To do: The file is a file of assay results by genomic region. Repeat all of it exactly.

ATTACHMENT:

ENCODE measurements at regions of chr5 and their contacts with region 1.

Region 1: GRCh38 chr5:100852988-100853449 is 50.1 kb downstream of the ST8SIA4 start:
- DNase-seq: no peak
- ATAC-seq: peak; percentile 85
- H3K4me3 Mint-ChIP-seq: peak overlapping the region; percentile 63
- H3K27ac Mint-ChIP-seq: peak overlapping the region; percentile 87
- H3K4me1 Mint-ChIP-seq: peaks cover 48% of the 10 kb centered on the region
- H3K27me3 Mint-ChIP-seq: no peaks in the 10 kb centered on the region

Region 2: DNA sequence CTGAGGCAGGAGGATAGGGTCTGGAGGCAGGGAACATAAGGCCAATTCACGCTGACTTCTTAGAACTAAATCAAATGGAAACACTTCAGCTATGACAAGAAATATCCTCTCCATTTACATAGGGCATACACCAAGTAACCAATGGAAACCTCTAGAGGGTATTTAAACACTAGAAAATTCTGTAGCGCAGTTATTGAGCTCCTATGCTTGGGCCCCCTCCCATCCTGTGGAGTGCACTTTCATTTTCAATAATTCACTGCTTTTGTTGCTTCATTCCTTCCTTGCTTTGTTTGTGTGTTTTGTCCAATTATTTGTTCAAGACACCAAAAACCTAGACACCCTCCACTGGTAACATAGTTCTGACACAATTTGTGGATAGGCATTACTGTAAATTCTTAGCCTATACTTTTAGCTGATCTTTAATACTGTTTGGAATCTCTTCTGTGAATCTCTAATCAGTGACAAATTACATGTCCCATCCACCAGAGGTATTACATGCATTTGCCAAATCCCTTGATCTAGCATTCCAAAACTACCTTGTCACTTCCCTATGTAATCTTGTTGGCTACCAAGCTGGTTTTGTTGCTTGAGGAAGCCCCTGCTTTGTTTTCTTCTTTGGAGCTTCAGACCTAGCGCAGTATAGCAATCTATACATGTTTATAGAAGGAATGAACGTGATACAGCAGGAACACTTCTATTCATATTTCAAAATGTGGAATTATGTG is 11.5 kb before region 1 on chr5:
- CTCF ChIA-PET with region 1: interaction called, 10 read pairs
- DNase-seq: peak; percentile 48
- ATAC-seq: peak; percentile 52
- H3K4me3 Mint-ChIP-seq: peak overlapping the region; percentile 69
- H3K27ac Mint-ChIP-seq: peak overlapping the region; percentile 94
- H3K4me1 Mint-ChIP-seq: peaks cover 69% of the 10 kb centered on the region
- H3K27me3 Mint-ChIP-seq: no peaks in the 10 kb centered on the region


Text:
ENCODE measurements at regions of chr5 and their contacts with region 1.

Region 1: GRCh38 chr5:100852988-100853449 is 50.1 kb downstream of the ST8SIA4 start:
- DNase-seq: no peak
- ATAC-seq: peak; percentile 85
- H3K4me3 Mint-ChIP-seq: peak overlapping the region; percentile 63
- H3K27ac Mint-ChIP-seq: peak overlapping the region; percentile 87
- H3K4me1 Mint-ChIP-seq: peaks cover 48% of the 10 kb centered on the region
- H3K27me3 Mint-ChIP-seq: no peaks in the 10 kb centered on the region

Region 2: DNA sequence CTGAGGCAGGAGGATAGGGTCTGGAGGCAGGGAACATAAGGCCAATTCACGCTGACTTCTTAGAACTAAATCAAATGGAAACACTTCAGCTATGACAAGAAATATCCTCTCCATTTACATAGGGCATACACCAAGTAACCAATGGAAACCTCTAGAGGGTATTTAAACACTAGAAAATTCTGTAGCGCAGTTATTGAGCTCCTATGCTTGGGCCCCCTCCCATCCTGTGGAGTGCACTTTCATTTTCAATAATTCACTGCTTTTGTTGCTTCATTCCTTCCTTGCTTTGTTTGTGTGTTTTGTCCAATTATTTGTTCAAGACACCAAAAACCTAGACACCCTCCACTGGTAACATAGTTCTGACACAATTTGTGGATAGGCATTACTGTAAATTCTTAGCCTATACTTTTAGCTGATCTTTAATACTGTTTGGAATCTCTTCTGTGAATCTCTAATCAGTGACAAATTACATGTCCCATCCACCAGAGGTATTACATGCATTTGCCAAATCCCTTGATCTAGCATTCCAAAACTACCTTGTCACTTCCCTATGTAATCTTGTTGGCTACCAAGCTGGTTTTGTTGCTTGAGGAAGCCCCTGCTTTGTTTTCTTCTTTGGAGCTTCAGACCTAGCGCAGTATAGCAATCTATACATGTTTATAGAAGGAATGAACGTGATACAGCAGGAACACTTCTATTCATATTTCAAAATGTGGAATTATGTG is 11.5 kb before region 1 on chr5:
- CTCF ChIA-PET with region 1: interaction called, 10 read pairs
- DNase-seq: peak; percentile 48
- ATAC-seq: peak; percentile 52
- H3K4me3 Mint-ChIP-seq: peak overlapping the region; percentile 69
- H3K27ac Mint-ChIP-seq: peak overlapping the region; percentile 94
- H3K4me1 Mint-ChIP-seq: peaks cover 69% of the 10 kb centered on the region
- H3K27me3 Mint-ChIP-seq: no peaks in the 10 kb centered on the region